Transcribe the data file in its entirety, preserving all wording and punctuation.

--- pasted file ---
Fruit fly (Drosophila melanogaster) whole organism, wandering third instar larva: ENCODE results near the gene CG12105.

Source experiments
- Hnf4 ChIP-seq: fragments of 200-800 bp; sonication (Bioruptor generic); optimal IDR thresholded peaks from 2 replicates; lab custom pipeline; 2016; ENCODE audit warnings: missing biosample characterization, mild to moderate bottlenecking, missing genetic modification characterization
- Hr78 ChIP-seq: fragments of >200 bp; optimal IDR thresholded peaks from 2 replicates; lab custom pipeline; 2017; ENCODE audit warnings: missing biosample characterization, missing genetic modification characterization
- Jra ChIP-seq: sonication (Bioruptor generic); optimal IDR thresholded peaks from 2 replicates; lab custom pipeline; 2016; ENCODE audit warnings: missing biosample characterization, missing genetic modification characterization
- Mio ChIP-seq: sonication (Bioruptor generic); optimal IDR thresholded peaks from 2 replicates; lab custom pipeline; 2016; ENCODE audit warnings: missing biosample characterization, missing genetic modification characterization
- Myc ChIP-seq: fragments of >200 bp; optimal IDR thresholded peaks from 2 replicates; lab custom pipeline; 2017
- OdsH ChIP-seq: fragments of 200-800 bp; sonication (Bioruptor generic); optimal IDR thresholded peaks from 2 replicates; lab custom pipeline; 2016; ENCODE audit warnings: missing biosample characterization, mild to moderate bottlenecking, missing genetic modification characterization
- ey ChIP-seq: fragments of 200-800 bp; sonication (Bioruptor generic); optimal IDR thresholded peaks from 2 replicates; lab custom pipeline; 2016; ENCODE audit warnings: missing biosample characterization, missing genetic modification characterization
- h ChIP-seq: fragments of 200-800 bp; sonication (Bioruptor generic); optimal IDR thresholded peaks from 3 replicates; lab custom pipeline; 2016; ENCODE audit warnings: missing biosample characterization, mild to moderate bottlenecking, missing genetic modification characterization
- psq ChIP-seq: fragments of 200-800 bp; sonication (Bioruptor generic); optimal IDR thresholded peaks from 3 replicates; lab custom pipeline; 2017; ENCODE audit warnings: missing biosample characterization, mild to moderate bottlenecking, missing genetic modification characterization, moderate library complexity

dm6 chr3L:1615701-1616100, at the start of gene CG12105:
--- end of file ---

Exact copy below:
Fruit fly (Drosophila melanogaster) whole organism, wandering third instar larva: ENCODE results near the gene CG12105.

Source experiments
- Hnf4 ChIP-seq: fragments of 200-800 bp; sonication (Bioruptor generic); optimal IDR thresholded peaks from 2 replicates; lab custom pipeline; 2016; ENCODE audit warnings: missing biosample characterization, mild to moderate bottlenecking, missing genetic modification characterization
- Hr78 ChIP-seq: fragments of >200 bp; optimal IDR thresholded peaks from 2 replicates; lab custom pipeline; 2017; ENCODE audit warnings: missing biosample characterization, missing genetic modification characterization
- Jra ChIP-seq: sonication (Bioruptor generic); optimal IDR thresholded peaks from 2 replicates; lab custom pipeline; 2016; ENCODE audit warnings: missing biosample characterization, missing genetic modification characterization
- Mio ChIP-seq: sonication (Bioruptor generic); optimal IDR thresholded peaks from 2 replicates; lab custom pipeline; 2016; ENCODE audit warnings: missing biosample characterization, missing genetic modification characterization
- Myc ChIP-seq: fragments of >200 bp; optimal IDR thresholded peaks from 2 replicates; lab custom pipeline; 2017
- OdsH ChIP-seq: fragments of 200-800 bp; sonication (Bioruptor generic); optimal IDR thresholded peaks from 2 replicates; lab custom pipeline; 2016; ENCODE audit warnings: missing biosample characterization, mild to moderate bottlenecking, missing genetic modification characterization
- ey ChIP-seq: fragments of 200-800 bp; sonication (Bioruptor generic); optimal IDR thresholded peaks from 2 replicates; lab custom pipeline; 2016; ENCODE audit warnings: missing biosample characterization, missing genetic modification characterization
- h ChIP-seq: fragments of 200-800 bp; sonication (Bioruptor generic); optimal IDR thresholded peaks from 3 replicates; lab custom pipeline; 2016; ENCODE audit warnings: missing biosample characterization, mild to moderate bottlenecking, missing genetic modification characterization
- psq ChIP-seq: fragments of 200-800 bp; sonication (Bioruptor generic); optimal IDR thresholded peaks from 3 replicates; lab custom pipeline; 2017; ENCODE audit warnings: missing biosample characterization, mild to moderate bottlenecking, missing genetic modification characterization, moderate library complexity

dm6 chr3L:1615701-1616100, at the start of gene CG12105: